7. HOW DIONYSIUS SAVED HIS MOTHER FROM HELL:
POEMS: 1995-1999 PAINTINGS: 1995-1999
Agree with this direction or not,4assuming the effects of an American Liberal Education, Systematic Catholic Theology, Scientific Scripture and Religious Studies, traditional training as an artist in the conjuring of Paintings and Poems, and the glamor of a Genius Loci- the intuition of the Nepsis Project is to live and explore a deeper way of being in this world, to experience certain core practices and states of awareness to re-animate an immediacy of Mystical Union and to resolve “the problem.”
Reader, see for yourself what happened. Decide for yourself how you want to be in this world.
230  Ecstasis: Flora, Fauna, Spirit
Acrylic on Canvas 7’8” x 3’ 7” 2011. From a descriptive letter: “It was your unusual name (Natale Albino, White Christmas) that was suggestive for me. Mine is as well in reference to Christmas, but your’s is more to the point. The great Winter Solstice celebrations that used to mark those dates were in part fertility celebrations, but as well warmth and light at the darkest moments of the year. We also celebrate warmth in the darkness. Hope at the coldest moments. The barren or virginal womb is, of course, the great symbol in the Scriptures of this impossible Void that is the source of all things– I.e. God, Godhead, or the ineffable ground of being. Our lives as celibates are also the opportunity for impossible goodness to erupt from barren lives. My interest explores and acknowledges the whole body of such observance.”
An actual spiritual presence of creative fecundity, ecstatic propagation has been inculcated and here revealed. Ecstasis unlies the whole of Creation, certainly the Bioshere.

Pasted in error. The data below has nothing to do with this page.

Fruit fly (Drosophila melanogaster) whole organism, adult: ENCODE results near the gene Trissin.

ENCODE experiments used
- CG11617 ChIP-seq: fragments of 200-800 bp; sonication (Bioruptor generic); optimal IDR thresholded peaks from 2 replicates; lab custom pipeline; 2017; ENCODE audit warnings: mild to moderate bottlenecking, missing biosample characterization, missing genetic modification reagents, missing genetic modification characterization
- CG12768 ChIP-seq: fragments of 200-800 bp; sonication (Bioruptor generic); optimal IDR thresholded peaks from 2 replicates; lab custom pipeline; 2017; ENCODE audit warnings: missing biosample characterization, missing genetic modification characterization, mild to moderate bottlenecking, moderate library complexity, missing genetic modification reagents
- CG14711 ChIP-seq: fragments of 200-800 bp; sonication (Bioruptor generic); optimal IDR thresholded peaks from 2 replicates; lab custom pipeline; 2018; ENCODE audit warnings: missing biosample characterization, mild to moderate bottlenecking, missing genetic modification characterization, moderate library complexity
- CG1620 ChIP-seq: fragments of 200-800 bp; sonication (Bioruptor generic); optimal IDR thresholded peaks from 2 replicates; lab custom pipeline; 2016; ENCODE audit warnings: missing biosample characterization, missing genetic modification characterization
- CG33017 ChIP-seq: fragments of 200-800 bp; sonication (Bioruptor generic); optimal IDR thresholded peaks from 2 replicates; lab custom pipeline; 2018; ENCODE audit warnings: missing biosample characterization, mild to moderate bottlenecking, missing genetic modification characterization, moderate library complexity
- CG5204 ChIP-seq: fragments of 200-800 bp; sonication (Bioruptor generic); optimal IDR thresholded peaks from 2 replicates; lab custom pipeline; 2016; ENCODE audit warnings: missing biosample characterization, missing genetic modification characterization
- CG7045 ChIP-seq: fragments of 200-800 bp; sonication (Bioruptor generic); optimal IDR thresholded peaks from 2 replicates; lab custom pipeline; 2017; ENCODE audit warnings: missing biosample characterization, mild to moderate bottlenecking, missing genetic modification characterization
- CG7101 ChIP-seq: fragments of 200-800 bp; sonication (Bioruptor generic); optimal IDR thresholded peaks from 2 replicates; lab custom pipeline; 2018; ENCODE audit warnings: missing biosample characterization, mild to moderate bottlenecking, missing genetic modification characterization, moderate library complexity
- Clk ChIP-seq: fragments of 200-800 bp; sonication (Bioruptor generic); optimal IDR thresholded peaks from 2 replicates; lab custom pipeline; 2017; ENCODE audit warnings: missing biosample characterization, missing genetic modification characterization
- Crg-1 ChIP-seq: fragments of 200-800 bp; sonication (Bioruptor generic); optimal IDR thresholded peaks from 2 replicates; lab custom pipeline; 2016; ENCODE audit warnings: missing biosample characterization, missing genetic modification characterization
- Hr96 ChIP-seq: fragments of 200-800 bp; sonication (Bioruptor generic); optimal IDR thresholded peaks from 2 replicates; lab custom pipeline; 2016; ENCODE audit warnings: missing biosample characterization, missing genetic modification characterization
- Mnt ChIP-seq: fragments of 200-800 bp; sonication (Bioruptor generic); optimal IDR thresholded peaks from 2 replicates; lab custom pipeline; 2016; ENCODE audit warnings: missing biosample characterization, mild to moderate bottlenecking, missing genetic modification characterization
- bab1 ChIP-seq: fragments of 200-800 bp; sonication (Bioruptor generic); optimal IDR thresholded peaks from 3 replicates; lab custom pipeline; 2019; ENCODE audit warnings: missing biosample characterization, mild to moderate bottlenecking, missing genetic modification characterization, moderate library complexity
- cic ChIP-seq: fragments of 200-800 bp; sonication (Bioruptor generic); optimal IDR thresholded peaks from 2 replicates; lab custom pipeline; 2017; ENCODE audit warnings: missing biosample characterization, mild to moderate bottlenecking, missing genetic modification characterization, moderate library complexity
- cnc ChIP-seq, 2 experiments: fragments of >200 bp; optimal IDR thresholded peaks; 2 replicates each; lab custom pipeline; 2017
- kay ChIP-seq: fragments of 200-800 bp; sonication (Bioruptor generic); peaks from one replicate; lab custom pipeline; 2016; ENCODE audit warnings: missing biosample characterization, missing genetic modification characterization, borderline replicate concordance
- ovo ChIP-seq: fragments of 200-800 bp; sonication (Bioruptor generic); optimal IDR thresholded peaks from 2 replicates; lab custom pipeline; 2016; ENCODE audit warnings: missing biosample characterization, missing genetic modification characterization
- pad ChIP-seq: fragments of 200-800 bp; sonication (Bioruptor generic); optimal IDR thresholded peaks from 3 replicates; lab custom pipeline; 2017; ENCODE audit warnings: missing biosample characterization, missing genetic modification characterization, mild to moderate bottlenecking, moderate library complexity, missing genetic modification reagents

- Nepsis is a metaphysical process for the spiritual observation of Self. Nepsis is a New Testament Greek term that implies sobriety, certain kinds of preparation (Yoga for example). Nepsis implies being awake spiritually so that one might notice the ‘coming of the Lord’ i.e. clearing away obstacles and distractions to the Beatific Vision, epiphany in a general sense. See Matthew 25:1-13. Nepsis is a method of inner examination conversant with Buddhist meditation and many other traditions for exploring perception and the nature of reality. NEPSIS as a doctoral project–a life project for this editor– ranges across cultures, academic and religious disciplines; Art, Religion and Science (i.e. critical methodology); Cultures and the Individual; Identity in Nature, Civilization– Human Identity… But always in these travels there are certain themes and practices that express themselves as essential. The following indicate a core of content and activity thus distilled and expressive of this search for human identity and meaning. [↩]